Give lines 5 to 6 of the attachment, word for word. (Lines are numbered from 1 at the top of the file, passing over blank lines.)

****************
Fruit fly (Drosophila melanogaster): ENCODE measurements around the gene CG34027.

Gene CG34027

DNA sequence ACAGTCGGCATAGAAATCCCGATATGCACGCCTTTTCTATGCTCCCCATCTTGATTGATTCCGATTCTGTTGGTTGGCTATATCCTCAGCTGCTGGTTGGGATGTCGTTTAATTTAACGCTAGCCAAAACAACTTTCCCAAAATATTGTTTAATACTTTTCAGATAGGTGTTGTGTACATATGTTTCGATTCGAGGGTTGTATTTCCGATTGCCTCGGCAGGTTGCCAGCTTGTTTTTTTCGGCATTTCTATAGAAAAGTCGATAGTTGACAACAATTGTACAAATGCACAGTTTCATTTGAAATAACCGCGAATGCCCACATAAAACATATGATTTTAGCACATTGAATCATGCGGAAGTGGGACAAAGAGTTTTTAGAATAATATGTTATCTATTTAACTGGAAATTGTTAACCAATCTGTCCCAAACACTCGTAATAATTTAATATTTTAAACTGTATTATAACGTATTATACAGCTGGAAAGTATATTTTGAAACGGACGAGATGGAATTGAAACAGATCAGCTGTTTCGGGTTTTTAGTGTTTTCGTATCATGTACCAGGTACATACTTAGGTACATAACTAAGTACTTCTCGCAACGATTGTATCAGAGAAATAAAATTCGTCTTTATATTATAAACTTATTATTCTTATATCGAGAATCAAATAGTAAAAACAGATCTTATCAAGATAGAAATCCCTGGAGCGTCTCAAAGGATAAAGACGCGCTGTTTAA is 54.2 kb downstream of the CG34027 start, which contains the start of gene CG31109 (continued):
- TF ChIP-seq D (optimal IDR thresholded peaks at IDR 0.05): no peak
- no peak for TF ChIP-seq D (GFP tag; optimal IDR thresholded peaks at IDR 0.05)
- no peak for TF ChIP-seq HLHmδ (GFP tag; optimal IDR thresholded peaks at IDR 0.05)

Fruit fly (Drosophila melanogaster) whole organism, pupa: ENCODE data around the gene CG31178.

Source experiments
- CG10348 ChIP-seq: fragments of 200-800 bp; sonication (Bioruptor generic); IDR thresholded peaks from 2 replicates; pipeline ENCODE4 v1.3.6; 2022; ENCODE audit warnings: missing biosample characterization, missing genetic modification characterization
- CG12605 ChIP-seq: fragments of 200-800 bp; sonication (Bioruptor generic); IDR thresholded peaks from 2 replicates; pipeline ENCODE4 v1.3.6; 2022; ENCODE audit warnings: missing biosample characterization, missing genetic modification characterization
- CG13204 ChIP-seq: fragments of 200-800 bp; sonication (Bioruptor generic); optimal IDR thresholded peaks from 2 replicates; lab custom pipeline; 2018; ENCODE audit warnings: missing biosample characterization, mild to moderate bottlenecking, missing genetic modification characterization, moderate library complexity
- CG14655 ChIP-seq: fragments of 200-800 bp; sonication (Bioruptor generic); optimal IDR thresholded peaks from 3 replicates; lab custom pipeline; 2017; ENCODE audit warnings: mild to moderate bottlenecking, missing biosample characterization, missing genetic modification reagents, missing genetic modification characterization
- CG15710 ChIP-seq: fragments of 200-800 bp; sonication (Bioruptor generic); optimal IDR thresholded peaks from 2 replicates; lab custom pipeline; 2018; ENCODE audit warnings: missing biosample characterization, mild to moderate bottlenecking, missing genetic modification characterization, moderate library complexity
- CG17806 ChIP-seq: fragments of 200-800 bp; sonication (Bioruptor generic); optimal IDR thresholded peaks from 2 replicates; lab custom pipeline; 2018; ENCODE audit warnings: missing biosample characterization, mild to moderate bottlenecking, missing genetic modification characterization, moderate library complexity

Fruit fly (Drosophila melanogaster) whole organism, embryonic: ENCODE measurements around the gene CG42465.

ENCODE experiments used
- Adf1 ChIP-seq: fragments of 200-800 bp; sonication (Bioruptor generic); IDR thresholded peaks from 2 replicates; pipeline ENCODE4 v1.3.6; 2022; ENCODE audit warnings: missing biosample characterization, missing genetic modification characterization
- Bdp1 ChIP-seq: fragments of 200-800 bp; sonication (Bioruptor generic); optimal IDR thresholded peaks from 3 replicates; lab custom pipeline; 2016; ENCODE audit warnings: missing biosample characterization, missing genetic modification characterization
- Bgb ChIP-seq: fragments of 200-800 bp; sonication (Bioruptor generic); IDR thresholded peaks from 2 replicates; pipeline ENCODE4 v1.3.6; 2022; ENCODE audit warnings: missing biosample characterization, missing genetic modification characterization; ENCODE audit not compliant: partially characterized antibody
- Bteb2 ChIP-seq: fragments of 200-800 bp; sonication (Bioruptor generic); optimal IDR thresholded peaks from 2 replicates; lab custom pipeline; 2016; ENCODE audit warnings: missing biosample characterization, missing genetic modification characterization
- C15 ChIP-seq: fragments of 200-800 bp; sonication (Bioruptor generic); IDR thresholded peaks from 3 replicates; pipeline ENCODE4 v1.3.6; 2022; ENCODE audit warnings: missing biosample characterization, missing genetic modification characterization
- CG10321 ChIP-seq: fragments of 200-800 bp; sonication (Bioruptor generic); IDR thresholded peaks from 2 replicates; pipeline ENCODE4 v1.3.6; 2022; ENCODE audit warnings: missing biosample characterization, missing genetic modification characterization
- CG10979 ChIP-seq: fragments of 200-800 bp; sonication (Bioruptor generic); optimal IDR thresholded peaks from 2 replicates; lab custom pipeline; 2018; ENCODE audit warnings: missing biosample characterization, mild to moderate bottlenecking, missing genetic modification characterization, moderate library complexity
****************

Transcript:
- no peak for TF ChIP-seq D (GFP tag; optimal IDR thresholded peaks at IDR 0.05)
- no peak for TF ChIP-seq HLHmδ (GFP tag; optimal IDR thresholded peaks at IDR 0.05)